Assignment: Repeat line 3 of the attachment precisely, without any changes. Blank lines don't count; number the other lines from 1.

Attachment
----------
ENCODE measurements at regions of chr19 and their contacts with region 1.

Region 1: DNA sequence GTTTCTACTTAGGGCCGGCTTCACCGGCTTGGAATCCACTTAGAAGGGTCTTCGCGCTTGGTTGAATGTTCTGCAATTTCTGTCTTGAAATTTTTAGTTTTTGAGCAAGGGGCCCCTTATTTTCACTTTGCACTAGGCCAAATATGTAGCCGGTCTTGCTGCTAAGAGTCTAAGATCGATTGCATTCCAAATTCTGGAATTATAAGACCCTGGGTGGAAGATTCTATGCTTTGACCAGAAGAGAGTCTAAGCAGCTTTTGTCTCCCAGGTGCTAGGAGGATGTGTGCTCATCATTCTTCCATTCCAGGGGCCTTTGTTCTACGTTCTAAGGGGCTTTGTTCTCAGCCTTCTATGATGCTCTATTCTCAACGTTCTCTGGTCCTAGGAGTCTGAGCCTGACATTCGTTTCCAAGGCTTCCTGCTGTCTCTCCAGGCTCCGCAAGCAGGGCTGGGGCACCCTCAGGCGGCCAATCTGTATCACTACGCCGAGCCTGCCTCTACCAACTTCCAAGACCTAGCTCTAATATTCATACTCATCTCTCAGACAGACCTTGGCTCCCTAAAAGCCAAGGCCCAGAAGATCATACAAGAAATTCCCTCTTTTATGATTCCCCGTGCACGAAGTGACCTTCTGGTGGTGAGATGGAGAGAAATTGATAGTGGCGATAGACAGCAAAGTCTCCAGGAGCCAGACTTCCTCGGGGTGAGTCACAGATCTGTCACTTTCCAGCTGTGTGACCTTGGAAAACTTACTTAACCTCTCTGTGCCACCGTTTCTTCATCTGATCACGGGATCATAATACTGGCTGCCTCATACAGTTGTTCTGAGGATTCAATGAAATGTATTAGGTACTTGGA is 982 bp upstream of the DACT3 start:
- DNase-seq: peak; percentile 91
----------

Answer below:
- DNase-seq: peak; percentile 91